Being a bustling harbor city and under five flags at various times, Pensacola has “wet the whistle” of many throughout its history.
Today, the City of Five Flags has an ever-growing appetite for craft beer and libations, but that wasn’t always the case.
Pensacola first got its taste for brews at the turn of the century in 1902, when plans to build the first brewery in the city were conceived. Unfortunately for the booze-partaking citizens, the idea failed and soon Pensacola fell into an economic depression following a brash of devastating hurricanes.
With the rise of World War I, Pensacola started its climb to propriety with the establishment in 1914 of the Naval Air Station. Massive military expenditures during the build up of the Great War sparked an economic boom that continued for many years. Shortly after the war however, the impact of prohibition set in, effectively forcing the alcohol industry underground.
Eventually, with a solid financial base tied to the Navy and the end of Prohibition imminent, a local entrepreneur named Guy Spearman, proprietor of the Crystal Ice Company, envisioned creating his own brewery.
Born in 1896 in Tallapoosa, Georgia, Spearman settled in Pensacola in 1929 and established the Crystal Ice Company. In the early 1930s, Spearman made several trips to Monterrey, Mexico where — after seeing the Carta Blanca Brewery — he got the idea for creating his own beer.
Just after the legalization of beer in Florida on May 15, 1933, Spearman became a distributor for Budweiser and Schlitz. His ice plant at Barrancas Avenue and Government Street was one of the few facilities available that could handle draft beer, which required constant refrigeration.
Spearman’s dream of building a brewery next to his ice plant soon materialized and the groundbreaking for a new brewery at 1600 Barrancas Avenue was held in 1934. On May 18, 1935, the plant opened with ceremonies, speeches, tours and free beer, which was pronounced “excellent” by local dignitaries.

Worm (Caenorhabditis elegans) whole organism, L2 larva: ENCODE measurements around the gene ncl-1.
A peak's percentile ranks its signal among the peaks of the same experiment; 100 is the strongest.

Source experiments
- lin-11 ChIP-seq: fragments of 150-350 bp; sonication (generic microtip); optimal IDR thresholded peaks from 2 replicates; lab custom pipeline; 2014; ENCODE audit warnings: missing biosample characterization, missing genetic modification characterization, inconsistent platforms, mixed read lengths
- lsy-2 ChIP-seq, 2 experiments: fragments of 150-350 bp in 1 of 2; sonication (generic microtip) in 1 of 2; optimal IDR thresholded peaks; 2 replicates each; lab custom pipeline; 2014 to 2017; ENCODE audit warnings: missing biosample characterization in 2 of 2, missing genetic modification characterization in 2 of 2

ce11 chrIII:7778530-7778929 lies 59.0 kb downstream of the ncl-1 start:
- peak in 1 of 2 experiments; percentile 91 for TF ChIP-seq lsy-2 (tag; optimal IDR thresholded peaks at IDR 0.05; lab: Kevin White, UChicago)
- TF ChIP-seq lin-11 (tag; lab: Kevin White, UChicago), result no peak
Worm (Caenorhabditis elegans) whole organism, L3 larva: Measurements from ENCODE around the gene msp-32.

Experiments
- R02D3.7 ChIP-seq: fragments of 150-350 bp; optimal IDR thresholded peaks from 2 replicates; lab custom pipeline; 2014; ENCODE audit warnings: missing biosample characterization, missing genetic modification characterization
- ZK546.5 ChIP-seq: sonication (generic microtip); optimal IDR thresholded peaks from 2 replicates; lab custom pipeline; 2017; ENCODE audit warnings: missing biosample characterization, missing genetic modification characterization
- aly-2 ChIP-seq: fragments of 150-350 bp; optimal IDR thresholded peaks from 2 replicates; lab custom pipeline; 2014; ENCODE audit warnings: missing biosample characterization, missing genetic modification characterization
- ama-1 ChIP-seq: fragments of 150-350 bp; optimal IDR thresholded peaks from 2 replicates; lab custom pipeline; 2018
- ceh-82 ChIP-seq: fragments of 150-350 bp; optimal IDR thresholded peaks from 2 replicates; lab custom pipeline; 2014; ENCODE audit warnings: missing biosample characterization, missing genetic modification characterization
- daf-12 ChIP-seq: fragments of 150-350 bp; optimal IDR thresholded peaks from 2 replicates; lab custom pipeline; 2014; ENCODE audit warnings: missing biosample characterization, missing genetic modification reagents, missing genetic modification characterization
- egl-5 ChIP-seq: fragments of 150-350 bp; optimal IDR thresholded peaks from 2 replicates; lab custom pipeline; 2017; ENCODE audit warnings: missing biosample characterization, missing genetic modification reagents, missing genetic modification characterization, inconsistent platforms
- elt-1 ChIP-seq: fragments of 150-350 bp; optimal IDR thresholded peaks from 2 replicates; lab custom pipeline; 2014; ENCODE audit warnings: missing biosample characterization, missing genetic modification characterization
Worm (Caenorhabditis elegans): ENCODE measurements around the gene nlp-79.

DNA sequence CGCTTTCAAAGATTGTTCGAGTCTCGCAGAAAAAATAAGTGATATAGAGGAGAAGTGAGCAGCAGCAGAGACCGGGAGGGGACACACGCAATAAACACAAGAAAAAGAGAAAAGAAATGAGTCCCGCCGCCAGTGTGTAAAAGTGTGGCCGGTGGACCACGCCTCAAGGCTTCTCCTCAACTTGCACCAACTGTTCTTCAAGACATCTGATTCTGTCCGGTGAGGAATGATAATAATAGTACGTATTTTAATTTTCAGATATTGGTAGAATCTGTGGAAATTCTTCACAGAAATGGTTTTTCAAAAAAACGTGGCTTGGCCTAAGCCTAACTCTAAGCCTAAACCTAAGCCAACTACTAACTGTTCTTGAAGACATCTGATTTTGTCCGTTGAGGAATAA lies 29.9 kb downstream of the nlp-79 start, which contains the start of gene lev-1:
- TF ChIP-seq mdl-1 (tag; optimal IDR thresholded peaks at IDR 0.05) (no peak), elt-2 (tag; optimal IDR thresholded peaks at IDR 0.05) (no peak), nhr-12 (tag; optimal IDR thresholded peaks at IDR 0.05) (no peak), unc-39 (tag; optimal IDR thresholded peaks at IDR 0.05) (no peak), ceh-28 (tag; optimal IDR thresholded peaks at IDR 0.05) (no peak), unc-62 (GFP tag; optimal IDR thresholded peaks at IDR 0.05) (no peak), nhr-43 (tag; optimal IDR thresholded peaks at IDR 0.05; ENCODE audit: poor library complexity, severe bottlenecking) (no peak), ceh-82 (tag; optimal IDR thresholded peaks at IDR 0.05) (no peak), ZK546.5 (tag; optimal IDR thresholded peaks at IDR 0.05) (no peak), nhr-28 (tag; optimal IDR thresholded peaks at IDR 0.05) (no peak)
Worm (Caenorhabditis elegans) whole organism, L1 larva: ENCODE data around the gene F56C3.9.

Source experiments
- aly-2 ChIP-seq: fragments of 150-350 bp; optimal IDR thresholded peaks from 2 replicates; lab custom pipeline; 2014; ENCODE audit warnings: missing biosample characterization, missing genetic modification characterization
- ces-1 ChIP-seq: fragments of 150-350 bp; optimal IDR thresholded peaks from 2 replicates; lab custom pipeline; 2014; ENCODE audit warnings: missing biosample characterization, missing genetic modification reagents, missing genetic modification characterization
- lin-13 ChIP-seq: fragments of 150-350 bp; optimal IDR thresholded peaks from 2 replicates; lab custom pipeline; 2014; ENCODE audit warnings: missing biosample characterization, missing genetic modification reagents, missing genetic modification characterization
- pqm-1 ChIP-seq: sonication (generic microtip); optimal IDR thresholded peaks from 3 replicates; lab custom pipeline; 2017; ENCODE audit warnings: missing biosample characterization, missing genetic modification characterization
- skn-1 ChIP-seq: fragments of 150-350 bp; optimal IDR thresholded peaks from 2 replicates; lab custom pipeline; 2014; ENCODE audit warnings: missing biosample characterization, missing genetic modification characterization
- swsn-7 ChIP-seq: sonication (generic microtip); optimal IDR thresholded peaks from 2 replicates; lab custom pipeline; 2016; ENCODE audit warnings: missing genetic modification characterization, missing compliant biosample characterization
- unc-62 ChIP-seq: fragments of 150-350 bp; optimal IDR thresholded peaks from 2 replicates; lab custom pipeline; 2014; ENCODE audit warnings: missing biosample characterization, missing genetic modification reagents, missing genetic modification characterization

The first-of-its-kind plant in Pensacola was referred to as “one of the most modern breweries of its size in the South.”
The three-story brewhouse was equipped with a 75-barrel brew kettle and the two-story stockhouse contained a 50-barrel wood fermenting tanks. A bottling house was able to package more than 6,000 bottles a day. Because of its proximity to Pensacola Bay, a steel skeleton surrounded by tile and stucco was used to withstand the hurricanes.
From its inception the brewery used the slogan, “The Pure Water Does It.” Water pumped from beneath the brewery at 1,000 gallons per minute supplied the brewhouse, which gave the beer a “unique, foamy, but tasty carbonated flavor.”
The outbreak of World War II brought many changes to the naval port of Pensacola and to the brewery. The population grew rapidly as civilians flowed in to fill jobs in war-related industries. Between 1941 and 1945, over 28,000 naval aviators earned their wings at the Naval Air Station. With this growth came the need for rest and relaxation and, of course, beer.
According to company records, during a blind taste test in Biloxi, Miss., Keesler Air Force Base airmen chose Spearman and Budweiser over all other brands.
Although items like gas, sugar, and tires were being rationed during the war, the brewery secretly purchased needed supplies through Spearman’s ice plant. During the peak years of the war, 150 men were employed at Spearman and production increased to more than 80,000 barrels in 1943.
The brewery used a variety of tactics to advertise, including bartering with locals bars and retailers, and some more creative methods. In the 1940s, Spearman sponsored “Take It Easy Time,” a popular nightly show on local radio station WCOA that featured songs of The Spearman Circle 8 Cowboys.
In the mid 20th century, massive beer corporations like Busch, Pabst, and Budweiser began to overshadow brands like Spearman, which distributed regionally across the Gulf Coast.
In 1955, the Hertzberg Foundation purchased Spearman. Less than a decade later, Hertzberg sold the brewery, closing the Spearman Brewing Company doors forever in 1964, with beer production officially ending in 1965. The equipment and tanks were sold, eventually leaving only the rusted steel skeleton.
In 1974, the city condemned the existing vacant building. In 1987, the remaining structure was finally demolished.
After selling the brewery, Spearman continued to operate his original company, the Crystal Ice Company. The ice company now survives as the Reddy Ice plant at its original location near the former brewery.
For decades, the former Spearman property sat vacant. Last year, with growing investment in downtown Pensacola, Pensacola-based KESCO built its new multi-million dollar flagship store and distribution warehouse on the south side of the property. The remaining land where the brewery once stood is currently under contract for development.
This article was published with research and photos from the West Florida Genealogical Society and the University of West Florida Historic Trust.